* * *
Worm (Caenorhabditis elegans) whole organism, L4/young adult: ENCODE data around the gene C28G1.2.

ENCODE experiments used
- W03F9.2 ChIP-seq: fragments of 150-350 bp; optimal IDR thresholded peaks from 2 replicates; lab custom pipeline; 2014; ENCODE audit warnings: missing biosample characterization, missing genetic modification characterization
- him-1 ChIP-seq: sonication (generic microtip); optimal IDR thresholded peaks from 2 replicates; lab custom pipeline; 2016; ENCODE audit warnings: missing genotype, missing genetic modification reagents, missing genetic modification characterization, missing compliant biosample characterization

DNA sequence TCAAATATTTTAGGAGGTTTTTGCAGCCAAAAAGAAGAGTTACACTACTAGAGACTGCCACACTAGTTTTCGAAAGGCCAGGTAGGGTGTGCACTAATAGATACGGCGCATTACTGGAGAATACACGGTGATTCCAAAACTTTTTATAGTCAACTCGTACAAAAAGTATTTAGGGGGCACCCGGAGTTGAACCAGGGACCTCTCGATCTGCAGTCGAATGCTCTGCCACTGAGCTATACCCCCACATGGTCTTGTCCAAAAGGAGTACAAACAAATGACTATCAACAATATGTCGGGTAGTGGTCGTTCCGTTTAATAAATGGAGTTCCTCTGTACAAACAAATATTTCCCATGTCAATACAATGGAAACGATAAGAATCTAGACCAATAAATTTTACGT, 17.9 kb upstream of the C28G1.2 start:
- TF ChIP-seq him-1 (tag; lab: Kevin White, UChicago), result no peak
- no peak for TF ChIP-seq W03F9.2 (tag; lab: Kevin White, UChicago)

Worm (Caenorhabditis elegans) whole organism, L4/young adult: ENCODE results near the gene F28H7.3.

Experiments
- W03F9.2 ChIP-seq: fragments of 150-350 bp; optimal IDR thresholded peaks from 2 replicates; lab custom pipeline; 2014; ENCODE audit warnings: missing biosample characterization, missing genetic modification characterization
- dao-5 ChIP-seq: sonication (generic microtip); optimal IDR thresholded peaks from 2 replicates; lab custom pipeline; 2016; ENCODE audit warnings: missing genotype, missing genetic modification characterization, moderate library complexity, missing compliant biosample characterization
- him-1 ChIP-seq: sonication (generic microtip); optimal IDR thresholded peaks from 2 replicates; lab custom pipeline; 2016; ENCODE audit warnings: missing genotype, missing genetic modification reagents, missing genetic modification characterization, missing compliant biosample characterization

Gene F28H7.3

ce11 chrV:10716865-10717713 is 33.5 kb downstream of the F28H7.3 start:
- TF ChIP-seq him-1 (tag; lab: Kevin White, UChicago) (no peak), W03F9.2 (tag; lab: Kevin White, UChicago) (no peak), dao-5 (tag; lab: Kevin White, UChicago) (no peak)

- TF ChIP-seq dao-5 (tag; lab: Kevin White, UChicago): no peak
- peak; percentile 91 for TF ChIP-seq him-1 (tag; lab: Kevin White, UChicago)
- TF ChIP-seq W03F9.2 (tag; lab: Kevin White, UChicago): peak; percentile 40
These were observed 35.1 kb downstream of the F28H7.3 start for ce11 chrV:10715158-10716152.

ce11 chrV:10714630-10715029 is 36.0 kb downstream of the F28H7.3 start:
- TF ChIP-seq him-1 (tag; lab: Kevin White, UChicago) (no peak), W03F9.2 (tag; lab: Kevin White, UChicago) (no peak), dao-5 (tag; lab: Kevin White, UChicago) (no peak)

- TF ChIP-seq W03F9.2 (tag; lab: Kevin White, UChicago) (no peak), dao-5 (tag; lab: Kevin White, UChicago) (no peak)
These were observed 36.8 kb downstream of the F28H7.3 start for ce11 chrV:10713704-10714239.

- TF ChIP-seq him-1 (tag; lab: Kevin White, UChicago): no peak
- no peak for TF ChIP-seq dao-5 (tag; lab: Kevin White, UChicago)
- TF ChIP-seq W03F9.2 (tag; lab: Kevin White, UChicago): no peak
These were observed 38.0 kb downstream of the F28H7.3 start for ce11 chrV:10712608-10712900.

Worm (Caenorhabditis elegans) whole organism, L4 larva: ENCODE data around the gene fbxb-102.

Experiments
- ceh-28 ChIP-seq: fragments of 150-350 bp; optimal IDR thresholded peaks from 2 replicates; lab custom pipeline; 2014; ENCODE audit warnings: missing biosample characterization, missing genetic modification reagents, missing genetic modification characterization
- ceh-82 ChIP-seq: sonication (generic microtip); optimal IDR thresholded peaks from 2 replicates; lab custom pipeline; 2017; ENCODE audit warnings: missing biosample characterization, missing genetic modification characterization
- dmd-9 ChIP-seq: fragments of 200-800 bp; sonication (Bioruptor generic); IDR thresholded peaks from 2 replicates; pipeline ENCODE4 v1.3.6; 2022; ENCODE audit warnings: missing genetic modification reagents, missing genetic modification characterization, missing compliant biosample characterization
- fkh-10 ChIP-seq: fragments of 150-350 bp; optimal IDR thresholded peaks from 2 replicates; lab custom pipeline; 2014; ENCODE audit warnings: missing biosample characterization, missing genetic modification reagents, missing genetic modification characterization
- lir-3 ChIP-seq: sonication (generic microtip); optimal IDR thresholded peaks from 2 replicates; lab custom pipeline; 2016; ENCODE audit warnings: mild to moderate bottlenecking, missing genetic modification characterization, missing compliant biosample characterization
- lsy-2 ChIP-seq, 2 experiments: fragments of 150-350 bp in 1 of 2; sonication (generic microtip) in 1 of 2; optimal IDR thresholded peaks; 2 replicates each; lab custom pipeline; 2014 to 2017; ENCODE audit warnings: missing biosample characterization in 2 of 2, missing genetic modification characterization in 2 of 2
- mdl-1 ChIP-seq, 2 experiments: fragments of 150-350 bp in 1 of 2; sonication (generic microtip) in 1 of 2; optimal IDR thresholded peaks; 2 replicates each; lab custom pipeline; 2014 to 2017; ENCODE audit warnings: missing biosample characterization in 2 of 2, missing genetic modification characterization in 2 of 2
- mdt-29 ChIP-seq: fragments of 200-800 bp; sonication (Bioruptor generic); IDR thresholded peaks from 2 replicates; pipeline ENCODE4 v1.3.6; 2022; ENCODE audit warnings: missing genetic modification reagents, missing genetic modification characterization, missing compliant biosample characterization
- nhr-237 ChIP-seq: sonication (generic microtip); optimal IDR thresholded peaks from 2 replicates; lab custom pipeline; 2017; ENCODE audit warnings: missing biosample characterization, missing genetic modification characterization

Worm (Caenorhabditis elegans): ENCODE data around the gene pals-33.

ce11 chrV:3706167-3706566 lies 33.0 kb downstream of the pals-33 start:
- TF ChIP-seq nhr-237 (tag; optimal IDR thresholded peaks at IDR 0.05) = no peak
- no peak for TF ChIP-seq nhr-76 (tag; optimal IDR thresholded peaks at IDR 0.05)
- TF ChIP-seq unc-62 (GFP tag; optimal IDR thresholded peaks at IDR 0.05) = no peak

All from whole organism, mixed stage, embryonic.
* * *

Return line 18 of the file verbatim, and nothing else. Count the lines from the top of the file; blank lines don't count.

- TF ChIP-seq W03F9.2 (tag; lab: Kevin White, UChicago): peak; percentile 40